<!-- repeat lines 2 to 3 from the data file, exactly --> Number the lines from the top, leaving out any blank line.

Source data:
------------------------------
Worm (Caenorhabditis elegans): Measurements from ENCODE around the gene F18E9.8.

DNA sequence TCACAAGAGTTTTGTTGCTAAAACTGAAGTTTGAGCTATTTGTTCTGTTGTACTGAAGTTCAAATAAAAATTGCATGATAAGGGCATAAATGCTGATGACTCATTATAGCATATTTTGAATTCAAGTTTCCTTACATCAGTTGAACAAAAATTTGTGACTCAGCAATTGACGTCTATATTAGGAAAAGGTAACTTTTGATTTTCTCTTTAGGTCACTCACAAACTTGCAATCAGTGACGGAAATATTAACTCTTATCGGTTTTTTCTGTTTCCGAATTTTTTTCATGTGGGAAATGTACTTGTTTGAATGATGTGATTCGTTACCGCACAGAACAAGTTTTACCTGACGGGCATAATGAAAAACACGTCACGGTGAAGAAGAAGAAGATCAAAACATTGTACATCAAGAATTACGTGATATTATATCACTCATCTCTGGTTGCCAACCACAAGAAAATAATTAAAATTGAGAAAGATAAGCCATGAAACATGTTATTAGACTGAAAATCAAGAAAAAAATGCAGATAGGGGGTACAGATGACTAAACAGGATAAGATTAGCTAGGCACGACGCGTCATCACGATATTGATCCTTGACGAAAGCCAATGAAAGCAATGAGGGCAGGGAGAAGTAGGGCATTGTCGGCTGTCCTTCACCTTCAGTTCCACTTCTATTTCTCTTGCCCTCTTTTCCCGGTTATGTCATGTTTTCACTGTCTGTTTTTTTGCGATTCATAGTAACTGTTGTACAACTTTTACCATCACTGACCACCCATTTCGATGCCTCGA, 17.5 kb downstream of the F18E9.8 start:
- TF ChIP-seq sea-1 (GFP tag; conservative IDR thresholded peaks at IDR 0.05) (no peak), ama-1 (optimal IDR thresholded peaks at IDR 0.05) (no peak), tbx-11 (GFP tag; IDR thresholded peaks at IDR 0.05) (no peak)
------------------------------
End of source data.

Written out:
DNA sequence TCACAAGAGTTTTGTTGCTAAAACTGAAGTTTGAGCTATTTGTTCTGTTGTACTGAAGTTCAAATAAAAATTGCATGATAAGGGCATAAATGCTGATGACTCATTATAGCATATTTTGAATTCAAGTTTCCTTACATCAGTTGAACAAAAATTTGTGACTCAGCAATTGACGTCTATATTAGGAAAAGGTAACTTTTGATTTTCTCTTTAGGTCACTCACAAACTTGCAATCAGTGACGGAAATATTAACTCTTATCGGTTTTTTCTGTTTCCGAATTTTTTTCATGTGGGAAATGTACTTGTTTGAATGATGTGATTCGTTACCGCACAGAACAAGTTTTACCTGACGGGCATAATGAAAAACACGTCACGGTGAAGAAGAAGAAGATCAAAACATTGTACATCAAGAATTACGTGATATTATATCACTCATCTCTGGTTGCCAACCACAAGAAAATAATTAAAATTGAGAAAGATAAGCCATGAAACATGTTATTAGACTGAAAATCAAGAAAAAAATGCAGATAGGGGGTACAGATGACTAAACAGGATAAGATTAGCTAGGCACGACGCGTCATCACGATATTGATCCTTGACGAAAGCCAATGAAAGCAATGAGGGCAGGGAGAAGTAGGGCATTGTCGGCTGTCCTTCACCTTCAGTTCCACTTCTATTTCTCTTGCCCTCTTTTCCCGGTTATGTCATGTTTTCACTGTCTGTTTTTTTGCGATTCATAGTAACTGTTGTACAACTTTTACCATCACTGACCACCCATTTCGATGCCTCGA, 17.5 kb downstream of the F18E9.8 start:
- TF ChIP-seq sea-1 (GFP tag; conservative IDR thresholded peaks at IDR 0.05) (no peak), ama-1 (optimal IDR thresholded peaks at IDR 0.05) (no peak), tbx-11 (GFP tag; IDR thresholded peaks at IDR 0.05) (no peak)